Dean's blue hole, the world's deepest blue hole at 663ft / 200m is only three nautical miles from our Clarence Town anchorage. World free diving competitions are held there where athletes(?) see how far down they can go holding their breath. It's a pretty insane sport and people have died doing it!
Because the weather was very calm we opted to take the dinghy to the blue hole. Locals said that in any kind of swell it would be a bad idea to cross the reef but that in these calm conditions it should be OK. We figured we'd dinghy over and if we saw that it was too rough we'd simply turn back and bike or hire a ride. The ocean was very calm and when we arrived at the reef we studied the breaking waves to see how we would get through. The waves were actually quite small, no more than two feet. I had just read a Practical Seamanship chapter about landing a dinghy on a beach through a bit of surf so I had an idea of what I wanted to do. The trick of course is keeping the dinghy straight so a waves pushes you from behind and NOT broadside. We picked a spot where the waves seemed to be less and motored through. The reef though was shallower than we expected and when our propeller started to hit we had to quickly shut the engine off and tilt the motor up and row in. Unfortunately in few seconds it took to switch off, tilt and get rowing we did turn a bit and a wave did hit us broadside capsizing us. There were those five seconds where you're shoved under water with absolutely no control and your fate is left up to a higher power. But we did both surface. Once we confirmed we were each generally OK we started frantically collecting all our stuff that was now either floating away or sinking. We carry a lot of stuff on a dinghy excursion: extra fuel jug, handheld VHF radio, snorkel masks and fins, cable and lock, dinghy seats, equipment bag (anchor, flashlights, etc.), bailing bucket, drinking water, backpack, towel, dry bag containing cameras and phones. I quickly donned goggles and dove down to grab stuff from the ocean floor fifteen feet below. It was really hard pulling that equipment bag with anchor and chain back up. We collected as much as we could onto the bottom of the dinghy (which was now the top) and started swimming into the nearest beach pulling our little overturned boat. Of course the other major issue was that our outboard engine was submerged in salt water, very bad for a motor.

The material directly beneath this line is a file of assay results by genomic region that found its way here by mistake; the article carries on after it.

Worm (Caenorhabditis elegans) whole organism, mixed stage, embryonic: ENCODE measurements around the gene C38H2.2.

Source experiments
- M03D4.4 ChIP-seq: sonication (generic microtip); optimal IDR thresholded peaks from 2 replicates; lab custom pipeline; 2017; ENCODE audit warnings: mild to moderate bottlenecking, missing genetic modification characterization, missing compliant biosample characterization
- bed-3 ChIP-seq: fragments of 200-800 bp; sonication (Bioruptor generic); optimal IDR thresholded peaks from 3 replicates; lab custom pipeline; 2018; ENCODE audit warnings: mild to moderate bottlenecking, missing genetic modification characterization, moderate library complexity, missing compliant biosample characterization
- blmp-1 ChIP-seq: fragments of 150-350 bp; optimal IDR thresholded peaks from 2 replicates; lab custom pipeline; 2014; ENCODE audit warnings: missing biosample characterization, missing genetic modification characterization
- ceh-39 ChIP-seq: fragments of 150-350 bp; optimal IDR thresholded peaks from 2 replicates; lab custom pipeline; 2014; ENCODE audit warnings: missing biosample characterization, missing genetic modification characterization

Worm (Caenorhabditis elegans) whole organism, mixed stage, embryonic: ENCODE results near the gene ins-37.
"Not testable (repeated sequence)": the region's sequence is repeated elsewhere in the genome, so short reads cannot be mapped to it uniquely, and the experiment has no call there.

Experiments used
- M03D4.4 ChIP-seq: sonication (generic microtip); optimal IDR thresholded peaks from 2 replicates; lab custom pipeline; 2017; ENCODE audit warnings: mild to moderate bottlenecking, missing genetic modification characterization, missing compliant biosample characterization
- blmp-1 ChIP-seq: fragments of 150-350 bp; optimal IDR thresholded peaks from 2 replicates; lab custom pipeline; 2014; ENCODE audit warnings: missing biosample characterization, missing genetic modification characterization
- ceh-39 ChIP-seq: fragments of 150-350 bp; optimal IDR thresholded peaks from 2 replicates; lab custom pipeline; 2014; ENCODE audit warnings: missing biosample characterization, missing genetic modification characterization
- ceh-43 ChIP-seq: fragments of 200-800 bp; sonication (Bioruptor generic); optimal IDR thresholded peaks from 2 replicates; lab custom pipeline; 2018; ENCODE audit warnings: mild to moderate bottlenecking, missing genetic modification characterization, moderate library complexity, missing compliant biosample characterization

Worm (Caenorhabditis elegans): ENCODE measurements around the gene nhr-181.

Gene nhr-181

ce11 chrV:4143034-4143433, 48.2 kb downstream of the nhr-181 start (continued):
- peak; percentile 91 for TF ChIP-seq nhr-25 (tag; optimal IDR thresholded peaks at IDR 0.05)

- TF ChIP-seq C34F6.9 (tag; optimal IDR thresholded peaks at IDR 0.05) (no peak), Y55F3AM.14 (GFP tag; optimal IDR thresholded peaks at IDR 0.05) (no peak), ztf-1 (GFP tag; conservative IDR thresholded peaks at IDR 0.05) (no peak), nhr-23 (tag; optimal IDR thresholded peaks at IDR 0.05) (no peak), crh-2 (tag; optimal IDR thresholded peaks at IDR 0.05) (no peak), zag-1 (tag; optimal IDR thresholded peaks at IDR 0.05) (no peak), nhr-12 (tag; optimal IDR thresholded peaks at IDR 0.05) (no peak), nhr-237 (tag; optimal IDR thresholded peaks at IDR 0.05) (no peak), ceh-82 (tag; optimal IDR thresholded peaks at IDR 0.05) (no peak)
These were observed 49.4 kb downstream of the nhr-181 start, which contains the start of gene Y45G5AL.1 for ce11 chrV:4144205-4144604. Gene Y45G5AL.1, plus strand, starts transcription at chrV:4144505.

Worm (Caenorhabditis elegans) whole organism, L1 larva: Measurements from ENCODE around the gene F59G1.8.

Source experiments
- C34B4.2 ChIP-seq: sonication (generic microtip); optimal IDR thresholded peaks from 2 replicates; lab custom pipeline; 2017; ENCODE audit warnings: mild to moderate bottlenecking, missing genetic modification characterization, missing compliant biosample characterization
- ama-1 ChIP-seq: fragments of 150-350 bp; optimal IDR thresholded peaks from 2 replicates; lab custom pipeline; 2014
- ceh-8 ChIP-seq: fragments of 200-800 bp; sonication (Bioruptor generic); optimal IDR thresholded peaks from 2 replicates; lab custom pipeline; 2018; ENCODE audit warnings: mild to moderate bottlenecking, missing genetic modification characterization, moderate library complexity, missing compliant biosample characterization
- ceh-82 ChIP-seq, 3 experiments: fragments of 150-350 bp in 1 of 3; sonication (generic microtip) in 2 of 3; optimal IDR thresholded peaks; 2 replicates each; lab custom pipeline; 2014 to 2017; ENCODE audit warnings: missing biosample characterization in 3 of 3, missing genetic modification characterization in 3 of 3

Cassandra was a champion, as usual. It took us about twenty minutes of exhausting swimming to get the dinghy to the beach. Felt like castaways. We checked each other for any serious wounds. None. We organized and took stock of everything on the beach. Broken oar. Lost two pairs of sunglasses, my favourite J24 sailing hat, cable and lock. Nothing critical or very expensive (super disappointed about the hat). We flipped the dinghy over and took the cover off the outboard to let it dry.
We were quite far down the beach from the blue hole and the smitten of visitors. I was surprised that no one had seen us and were running over to see if we were alright. Eventually one guy did saunter over and offered to help. There was nothing immediate he could do but we took down his phone number and thanked him for coming over. We tried calling our friends Chris & Sarah on Pendana, whom we had dined with the night before hoping they could come pick us up in their rental car but we couldn't get through to them or even the marina.